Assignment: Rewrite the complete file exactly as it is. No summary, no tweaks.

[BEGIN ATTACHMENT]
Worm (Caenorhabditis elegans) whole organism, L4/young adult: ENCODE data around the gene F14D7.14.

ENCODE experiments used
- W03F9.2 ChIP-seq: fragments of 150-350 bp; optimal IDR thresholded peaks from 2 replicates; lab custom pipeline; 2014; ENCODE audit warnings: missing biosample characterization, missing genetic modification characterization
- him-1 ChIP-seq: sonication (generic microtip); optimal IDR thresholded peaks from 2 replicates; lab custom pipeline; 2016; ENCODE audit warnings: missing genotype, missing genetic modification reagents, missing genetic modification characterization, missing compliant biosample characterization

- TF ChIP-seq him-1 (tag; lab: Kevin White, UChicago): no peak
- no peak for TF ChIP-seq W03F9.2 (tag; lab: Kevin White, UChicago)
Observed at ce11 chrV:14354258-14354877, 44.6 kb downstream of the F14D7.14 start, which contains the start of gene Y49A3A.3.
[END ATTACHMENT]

Worm (Caenorhabditis elegans) whole organism, L4/young adult: ENCODE data around the gene F14D7.14.

ENCODE experiments used
- W03F9.2 ChIP-seq: fragments of 150-350 bp; optimal IDR thresholded peaks from 2 replicates; lab custom pipeline; 2014; ENCODE audit warnings: missing biosample characterization, missing genetic modification characterization
- him-1 ChIP-seq: sonication (generic microtip); optimal IDR thresholded peaks from 2 replicates; lab custom pipeline; 2016; ENCODE audit warnings: missing genotype, missing genetic modification reagents, missing genetic modification characterization, missing compliant biosample characterization

- TF ChIP-seq him-1 (tag; lab: Kevin White, UChicago): no peak
- no peak for TF ChIP-seq W03F9.2 (tag; lab: Kevin White, UChicago)
Observed at ce11 chrV:14354258-14354877, 44.6 kb downstream of the F14D7.14 start, which contains the start of gene Y49A3A.3.